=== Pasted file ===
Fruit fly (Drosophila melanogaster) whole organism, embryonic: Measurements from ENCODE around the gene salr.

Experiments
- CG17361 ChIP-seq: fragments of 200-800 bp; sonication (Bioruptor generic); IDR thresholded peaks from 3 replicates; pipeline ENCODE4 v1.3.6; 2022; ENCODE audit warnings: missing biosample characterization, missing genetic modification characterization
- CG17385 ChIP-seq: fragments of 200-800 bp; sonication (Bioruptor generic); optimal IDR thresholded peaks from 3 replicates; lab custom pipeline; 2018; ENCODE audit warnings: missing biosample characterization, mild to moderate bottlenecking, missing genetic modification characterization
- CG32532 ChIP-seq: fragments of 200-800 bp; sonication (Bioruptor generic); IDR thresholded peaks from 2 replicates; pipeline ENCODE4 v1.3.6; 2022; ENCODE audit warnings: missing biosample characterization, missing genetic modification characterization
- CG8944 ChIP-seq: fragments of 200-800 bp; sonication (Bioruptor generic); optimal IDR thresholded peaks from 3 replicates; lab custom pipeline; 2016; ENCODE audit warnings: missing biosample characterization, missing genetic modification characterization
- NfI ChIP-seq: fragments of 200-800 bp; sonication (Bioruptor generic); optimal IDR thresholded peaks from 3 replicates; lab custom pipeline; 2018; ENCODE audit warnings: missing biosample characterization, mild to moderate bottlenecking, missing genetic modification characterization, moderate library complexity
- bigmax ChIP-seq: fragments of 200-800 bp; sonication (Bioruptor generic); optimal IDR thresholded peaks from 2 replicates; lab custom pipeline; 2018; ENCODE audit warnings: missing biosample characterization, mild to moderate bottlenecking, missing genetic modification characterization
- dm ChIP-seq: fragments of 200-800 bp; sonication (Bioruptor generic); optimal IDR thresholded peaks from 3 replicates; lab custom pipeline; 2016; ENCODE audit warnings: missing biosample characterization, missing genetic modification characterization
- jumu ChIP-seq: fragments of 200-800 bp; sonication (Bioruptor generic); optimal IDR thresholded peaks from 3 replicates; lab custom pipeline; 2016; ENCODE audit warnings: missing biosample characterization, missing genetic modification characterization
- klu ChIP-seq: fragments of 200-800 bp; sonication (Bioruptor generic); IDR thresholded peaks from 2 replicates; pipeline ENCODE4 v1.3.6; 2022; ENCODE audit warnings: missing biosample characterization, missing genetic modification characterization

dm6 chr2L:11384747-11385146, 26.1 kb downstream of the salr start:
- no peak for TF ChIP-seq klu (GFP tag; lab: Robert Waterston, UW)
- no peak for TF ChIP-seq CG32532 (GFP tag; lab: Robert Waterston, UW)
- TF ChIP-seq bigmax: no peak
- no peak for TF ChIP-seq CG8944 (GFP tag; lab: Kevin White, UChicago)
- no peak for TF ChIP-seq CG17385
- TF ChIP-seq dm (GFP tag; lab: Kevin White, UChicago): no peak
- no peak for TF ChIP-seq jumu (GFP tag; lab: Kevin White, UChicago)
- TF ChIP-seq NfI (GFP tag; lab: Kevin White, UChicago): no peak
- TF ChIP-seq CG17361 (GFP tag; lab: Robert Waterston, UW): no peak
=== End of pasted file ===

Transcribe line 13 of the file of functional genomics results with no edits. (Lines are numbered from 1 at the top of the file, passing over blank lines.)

- no peak for TF ChIP-seq klu (GFP tag; lab: Robert Waterston, UW)